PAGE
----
A quiet heart is needed


[1 of 4] Kempis, Thomas à (1380-1471, Germany): primary subject "Heart, work of, attention on" (search under Inner Life/Practices)"
True quietness of heart is gotten by resisting our passions, not by obeying them.

[2 of 4] St. Hesychius (5th century, Israel): primary subject "Contemplation" (search under Inner Life/Practices)": detail "From ‘On Watchfulness and Holiness’"
Because every thought enters the heart in the form of a mental image of some sensible object, the blessed light of the Divinity will illumine the heart only when the heart is completely empty of everything and so free from all form. Indeed, this light reveals itself to the pure intellect in the measure to which the intellect is purged of all concepts.

[3 of 4] Tauler, Johann (c. 1300-1361, Germany): primary subject "Contemplation" (search under Inner Life/Practices)": detail "From the ‘Sermon for the Second Sunday after Easter’"
When the wind howls and the doors and windows clatter, one can hardly hear the voice of man. As to the voice of God, that fatherly, whispered, secret word, uttered in the inmost depths of your soul—if you will hear it, you must be deaf to all the roar of the world without, and hush all the voices of your own inner life.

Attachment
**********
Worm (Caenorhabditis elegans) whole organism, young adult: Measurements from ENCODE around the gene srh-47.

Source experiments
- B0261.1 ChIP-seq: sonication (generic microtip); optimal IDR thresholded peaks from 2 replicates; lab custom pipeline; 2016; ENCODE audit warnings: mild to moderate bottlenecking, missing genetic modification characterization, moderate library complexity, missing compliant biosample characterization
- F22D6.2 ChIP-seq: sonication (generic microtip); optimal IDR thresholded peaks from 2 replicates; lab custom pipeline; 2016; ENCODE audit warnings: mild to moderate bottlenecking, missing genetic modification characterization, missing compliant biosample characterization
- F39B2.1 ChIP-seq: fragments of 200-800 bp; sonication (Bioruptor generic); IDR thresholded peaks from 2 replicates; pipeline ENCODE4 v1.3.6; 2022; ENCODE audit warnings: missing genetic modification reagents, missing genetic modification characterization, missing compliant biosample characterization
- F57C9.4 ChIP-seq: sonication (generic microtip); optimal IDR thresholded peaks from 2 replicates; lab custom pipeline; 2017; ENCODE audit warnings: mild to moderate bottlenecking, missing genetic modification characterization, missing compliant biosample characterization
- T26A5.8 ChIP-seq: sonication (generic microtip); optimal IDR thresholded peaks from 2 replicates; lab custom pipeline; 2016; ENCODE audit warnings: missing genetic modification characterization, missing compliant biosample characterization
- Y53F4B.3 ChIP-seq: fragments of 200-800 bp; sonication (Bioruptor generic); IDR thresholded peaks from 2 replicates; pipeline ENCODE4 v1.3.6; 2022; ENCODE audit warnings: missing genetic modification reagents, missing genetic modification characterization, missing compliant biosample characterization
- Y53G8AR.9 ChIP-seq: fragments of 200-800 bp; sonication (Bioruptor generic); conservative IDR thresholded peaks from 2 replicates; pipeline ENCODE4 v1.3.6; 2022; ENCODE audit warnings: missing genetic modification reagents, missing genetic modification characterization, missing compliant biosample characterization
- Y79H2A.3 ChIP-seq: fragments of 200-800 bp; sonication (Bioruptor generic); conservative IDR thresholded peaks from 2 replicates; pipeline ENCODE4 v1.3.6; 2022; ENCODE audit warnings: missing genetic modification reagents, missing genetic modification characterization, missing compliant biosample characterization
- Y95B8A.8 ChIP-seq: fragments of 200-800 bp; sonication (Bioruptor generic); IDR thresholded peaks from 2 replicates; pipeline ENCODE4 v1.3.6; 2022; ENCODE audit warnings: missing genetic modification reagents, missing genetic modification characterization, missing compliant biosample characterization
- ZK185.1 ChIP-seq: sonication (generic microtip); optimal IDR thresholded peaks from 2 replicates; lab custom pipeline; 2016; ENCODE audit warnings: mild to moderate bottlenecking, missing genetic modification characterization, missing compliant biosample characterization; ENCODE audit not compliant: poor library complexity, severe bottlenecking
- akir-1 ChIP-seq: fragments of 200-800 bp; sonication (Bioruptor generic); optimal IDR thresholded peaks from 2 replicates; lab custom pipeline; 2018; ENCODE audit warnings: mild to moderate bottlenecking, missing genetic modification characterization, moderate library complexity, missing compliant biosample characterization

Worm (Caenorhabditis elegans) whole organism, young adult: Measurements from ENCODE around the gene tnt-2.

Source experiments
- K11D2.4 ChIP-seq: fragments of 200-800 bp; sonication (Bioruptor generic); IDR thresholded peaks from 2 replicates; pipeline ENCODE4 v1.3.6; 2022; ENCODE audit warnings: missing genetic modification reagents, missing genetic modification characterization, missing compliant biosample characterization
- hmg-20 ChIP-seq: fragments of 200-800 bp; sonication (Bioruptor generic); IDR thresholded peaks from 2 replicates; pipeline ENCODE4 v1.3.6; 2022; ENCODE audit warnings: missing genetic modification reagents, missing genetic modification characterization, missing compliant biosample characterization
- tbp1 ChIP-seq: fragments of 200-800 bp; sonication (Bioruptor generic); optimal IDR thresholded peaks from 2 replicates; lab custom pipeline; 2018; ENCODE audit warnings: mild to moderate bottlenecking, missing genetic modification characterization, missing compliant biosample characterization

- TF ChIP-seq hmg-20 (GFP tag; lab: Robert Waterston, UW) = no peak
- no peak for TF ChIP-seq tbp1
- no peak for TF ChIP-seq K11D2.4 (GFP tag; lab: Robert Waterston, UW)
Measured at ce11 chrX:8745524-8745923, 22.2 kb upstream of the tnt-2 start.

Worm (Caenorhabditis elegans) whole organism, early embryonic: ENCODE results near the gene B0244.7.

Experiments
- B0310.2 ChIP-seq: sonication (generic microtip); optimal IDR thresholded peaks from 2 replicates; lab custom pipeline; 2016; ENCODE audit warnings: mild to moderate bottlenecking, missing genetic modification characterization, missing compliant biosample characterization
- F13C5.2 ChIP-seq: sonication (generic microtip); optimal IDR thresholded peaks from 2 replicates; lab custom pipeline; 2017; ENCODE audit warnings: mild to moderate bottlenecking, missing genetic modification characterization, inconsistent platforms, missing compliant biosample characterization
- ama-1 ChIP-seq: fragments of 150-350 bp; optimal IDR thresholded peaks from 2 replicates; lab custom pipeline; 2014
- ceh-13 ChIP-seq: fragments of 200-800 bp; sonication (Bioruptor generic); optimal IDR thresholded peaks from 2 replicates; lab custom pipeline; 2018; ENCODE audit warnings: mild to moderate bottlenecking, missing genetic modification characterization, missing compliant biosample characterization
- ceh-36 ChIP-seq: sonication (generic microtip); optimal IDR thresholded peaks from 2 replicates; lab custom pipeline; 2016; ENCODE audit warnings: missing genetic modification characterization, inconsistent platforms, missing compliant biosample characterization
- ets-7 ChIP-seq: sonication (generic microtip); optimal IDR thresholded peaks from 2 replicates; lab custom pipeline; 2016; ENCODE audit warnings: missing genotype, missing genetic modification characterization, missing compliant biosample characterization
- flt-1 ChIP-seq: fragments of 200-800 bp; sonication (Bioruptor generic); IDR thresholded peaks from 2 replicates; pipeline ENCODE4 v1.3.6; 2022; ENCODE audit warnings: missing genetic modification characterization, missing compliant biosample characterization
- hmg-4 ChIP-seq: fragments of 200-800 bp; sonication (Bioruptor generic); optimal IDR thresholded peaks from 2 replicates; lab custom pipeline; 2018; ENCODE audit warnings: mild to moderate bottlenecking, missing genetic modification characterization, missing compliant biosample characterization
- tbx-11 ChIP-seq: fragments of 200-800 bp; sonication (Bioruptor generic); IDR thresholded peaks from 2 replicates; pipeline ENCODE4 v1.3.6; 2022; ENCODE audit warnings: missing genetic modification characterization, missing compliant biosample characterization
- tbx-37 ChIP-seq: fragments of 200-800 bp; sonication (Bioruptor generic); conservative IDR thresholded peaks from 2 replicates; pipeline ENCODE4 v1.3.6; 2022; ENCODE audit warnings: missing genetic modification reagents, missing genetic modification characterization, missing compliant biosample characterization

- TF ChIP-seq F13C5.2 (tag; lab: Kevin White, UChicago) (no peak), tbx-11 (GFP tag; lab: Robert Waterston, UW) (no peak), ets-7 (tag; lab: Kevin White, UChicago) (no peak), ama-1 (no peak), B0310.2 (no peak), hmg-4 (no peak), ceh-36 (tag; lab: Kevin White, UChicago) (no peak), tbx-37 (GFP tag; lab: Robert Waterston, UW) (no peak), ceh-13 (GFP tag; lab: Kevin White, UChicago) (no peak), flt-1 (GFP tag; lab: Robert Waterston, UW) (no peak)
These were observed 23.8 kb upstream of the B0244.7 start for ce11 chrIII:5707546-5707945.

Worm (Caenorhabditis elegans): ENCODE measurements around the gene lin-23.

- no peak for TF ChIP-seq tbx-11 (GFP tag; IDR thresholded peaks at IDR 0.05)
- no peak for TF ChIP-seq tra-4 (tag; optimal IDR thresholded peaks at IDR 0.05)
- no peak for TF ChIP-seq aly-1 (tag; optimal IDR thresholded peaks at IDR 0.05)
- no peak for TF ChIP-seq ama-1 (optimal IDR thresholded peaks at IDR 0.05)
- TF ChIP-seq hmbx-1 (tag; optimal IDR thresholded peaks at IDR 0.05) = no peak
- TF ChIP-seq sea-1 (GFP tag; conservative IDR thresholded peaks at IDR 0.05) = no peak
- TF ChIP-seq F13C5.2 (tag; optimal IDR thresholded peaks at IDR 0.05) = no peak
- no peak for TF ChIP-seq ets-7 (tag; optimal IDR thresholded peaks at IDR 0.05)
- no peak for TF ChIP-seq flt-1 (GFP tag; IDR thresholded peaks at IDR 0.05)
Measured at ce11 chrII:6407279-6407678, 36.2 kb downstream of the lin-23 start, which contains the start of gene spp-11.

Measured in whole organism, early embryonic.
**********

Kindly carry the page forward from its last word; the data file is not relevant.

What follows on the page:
[4 of 4] Hujwiri, Ali ibn Uthman (1009-1072, Persia): primary subject "Experience, of the higher" (search under Inner Life/Experiences)"
When the heart is occupied by anything other than God, and the one who seeks experiential knowledge has recourse to the heart, that individual ends up in ignorance of God. All human beings seek evidence of experiential knowledge from the heart, and they seek passion and desire from the heart as well; that is why they do not attain what they desire. Apart from God there is no repose so long as they go on seeking the truth from the heart. When an indication of evidence is required, they must return to God; this is the difference between a servant who has recourse to the heart and one who has recourse to God.